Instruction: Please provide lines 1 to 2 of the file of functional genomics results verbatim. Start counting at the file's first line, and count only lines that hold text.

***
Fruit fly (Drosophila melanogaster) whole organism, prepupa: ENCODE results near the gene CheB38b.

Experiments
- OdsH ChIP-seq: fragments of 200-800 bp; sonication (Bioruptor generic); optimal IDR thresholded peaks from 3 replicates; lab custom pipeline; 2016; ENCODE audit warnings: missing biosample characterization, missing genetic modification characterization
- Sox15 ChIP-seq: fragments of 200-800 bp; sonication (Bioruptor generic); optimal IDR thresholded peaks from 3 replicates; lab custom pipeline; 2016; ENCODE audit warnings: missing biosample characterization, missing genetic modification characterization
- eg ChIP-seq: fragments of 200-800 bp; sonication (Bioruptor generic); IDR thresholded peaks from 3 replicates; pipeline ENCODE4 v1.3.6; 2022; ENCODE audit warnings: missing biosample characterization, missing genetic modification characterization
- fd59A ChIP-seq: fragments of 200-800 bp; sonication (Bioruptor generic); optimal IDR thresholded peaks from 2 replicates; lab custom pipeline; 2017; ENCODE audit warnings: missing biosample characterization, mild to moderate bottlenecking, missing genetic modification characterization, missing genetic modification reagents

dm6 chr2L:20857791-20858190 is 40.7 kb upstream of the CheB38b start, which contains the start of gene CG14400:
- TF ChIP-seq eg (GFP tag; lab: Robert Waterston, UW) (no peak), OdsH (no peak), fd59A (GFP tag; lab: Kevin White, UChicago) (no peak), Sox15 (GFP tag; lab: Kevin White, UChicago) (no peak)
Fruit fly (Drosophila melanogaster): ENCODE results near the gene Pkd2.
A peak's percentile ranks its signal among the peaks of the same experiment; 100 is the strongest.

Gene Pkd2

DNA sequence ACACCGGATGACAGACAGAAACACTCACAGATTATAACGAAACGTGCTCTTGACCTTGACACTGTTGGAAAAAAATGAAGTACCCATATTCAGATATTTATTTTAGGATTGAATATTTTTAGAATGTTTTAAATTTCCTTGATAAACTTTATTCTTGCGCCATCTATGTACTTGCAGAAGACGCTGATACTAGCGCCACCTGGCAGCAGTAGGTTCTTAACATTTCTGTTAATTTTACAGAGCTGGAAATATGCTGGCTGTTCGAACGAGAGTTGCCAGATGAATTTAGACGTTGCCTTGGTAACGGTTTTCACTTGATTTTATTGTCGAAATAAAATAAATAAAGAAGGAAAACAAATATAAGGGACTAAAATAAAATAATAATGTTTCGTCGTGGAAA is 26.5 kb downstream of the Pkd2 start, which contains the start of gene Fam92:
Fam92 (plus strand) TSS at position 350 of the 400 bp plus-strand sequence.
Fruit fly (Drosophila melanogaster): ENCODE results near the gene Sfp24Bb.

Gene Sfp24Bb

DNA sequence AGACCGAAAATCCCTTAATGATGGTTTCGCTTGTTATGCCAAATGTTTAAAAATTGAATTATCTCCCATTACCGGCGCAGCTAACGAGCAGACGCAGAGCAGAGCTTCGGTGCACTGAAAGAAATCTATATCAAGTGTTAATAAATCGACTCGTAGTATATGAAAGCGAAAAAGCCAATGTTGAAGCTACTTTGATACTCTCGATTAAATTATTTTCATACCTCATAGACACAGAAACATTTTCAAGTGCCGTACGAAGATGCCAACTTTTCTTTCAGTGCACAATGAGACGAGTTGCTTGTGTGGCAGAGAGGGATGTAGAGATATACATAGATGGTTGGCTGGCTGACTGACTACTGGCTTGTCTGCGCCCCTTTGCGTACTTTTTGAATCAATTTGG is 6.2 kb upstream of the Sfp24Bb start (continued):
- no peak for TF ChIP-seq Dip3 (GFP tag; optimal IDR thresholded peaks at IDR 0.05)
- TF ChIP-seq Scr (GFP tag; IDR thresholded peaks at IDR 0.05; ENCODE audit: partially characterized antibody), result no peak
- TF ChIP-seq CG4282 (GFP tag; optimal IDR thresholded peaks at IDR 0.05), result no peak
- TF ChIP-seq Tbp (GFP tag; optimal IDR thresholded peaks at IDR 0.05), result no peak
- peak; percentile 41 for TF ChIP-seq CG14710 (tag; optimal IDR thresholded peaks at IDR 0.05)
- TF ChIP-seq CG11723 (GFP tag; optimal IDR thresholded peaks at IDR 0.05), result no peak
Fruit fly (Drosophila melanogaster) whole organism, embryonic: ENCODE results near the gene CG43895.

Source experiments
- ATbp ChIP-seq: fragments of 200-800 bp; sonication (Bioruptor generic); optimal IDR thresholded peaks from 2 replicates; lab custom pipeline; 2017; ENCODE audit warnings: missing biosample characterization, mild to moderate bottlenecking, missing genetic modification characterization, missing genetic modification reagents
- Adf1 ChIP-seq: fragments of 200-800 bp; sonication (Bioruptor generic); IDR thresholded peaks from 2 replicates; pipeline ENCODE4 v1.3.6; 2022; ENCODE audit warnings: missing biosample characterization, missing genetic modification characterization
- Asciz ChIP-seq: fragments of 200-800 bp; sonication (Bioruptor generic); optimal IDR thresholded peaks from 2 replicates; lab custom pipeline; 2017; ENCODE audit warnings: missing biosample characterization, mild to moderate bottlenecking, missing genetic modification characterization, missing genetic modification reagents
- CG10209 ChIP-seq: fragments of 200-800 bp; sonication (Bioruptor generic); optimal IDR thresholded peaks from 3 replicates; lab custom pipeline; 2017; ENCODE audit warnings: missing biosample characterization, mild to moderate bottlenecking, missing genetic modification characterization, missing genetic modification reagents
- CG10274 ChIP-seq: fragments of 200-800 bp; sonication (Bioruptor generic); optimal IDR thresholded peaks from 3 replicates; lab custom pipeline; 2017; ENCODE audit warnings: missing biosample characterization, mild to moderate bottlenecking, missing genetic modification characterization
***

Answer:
Fruit fly (Drosophila melanogaster) whole organism, prepupa: ENCODE results near the gene CheB38b.

Experiments